In one experiment, for instance, they administered repeated doses of morphine to mice with the purpose of getting them addicted, then abruptly halted the narcotic and fed them either regular food or food to which freeze-dried extracts of kratom tea had been added. They found that withdrawal symptoms had been almost completely blocked in the latter group.

And a year ago, the American Kratom Association, or AK, issued an eight-factor analysis by Dr. Jack Henningfield, Ph.D., vice president of Research, Health Policy, and Abuse Liability at Pinney Associates, a health consulting firm specializing in “issues associated with developing, registering and marketing medicines with abuse and diversion concerns.” Henningfield concluded that kratom’s potential for abuse and dependence was no greater than such widely used and unscheduled substances as “nutmeg, hops, St. John’s Wort, chamomile, guarana, and kola nut,” and that there was “insufficient evidence” for the DEA to ban or otherwise restrict its use.

OK, you might say, that’s the opinion of a paid consultant. But it’s remarkably similar to the results science and technology writer David DiSalvo got a few years ago in conducting his own “kratom experiment,” in which he himself was the guinea pig for several weeks. “My overall comment on kratom,” DiSalvo wrote, “is that it’s a lot like good coffee, but with a more even, long-lasting energy effect, and a much more pleasant ‘finish’.”

DiSalvo, in fact, maintained “without hyperbole that getting off coffee is a far worse experience than getting off kratom,” noting that he was able to stop taking kratom for three days and at most “experienced a bit of sluggishness that wore off in a day or so.” For him, at least, caffeine withdrawal was “significantly worse than kratom withdrawal, if it can even be called ‘withdrawal’,” adding that “there’s no comparison whatsoever.”

Based on his own experience, DiSalvo said he could “see no reason why it should be banned, or on what basis such a product would be banned.”

But if that’s the case, why, then is the FDA commissioner (in an administration that has such an ostensibly deregulatory mindset) so adamant about putting this supposedly therapeutic plant on a taboo list? As was the case with stevia, might there be an industry interest in keeping kratom off the market (at least for now)?

A possible clue might be found in Dr. Gottlieb’s comment that “to date, no marketer has sought to properly develop a drug that includes kratom.” Of course they haven’t. Like stevia, kratom is a natural, nonproprietary substance that can’t be patented by the pharmaceutical industry, whose aim is always to develop the next “blockbuster” drug, and for whom risky pain relievers have become a huge source of income (hence, those opioids that they managed to get past a less-then-vigilant FDA in the first place).

And while we might not have the evidence of a “trade complaint” in this case, we do have an interesting coincidence. A mere two weeks after Gottlieb’s official diatribe on the supposed “deadly risks” of kratom, the FDA announced its approval of Sublocade, the first once-monthly extended-release buprenorphine injection, described as “a medication-assisted treatment option for opioid use disorder,” but which, according to its label warning, “can be abused in a manner similar to other opioids” with “life?threatening respiratory depression and death” having occurred in association with buprenorphine.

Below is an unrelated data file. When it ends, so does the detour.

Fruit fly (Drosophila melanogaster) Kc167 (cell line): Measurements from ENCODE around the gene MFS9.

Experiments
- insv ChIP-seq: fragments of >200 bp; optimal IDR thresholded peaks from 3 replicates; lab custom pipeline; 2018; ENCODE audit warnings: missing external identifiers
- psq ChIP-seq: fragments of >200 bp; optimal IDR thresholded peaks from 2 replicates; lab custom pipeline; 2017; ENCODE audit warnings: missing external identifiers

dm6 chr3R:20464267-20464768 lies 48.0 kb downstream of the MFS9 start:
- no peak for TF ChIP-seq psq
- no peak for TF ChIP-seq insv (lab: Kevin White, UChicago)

The approval, was granted to Indivior, Inc., a Richmond., Va.-based pharmaceutical company that seems to specialize in drugs intended to fight opioid addiction, pledging to “medicalize addiction as a chronic, relapsing condition that should be treated similarly to other chronic diseases.” In another official agency bulletin, Dr. Gottlieb had this to say about the new injectable product:

“Given the scale of the opioid crisis, with millions of Americans already affected, the FDA is committed to expanding access to treatments that can help people pursue lives of sobriety. Everyone who seeks treatment for opioid use disorder deserves the opportunity to be offered the treatment best suited to the needs of each individual patient, in combination with counseling and psychosocial support, as part of a comprehensive recovery plan.”

Gottlieb added that the FDA plans “to issue guidance to expedite the development of new addiction treatment options,” and would “continue to pursue efforts to promote more widespread use of existing, safe and effective FDA-approved therapies to treat addiction.”

Obviously, since kratom is not included in those therapies, its promotion is not in keeping with those FDA efforts.

There’s also the matter of Dr. Gottlieb’s extensive Linked-In resume, which includes present or past affiliations with a number of drug companies — including pharma giant GlaxoSmithKline, whose “product investment board” page lists him as still being a member. (In this regard, Dr. Michael Carome, the director of Public Citizen’s Health Research Group, has accused Gottlieb of going after the “low-hanging fruit,” while generally running the agency in “the financial interest of industry.”)

Whatever the reason Gottlieb has so cavalierly dismissed the testimony of numerous individuals who feel kratom has rescued them from the grip of opioid or heroin addiction, it could mean we well may be throwing away our most valuable tool for ending that ongoing national tragedy at a time when it’s most needed.

Resources

US Marshals seize dietary supplements containing kratom

Statement from FDA Commissioner Scott Gottlieb, M.D. on FDA advisory about deadly risks associated with kratom

American Kratom Association: Major New Analysis Shows No Basis For DEA To Restrict Herb Kratom

Results of My Kratom Experiment — David DiSalvo

FDA approves first once-monthly buprenorphine injection, a medication-assisted treatment option for opioid use disorder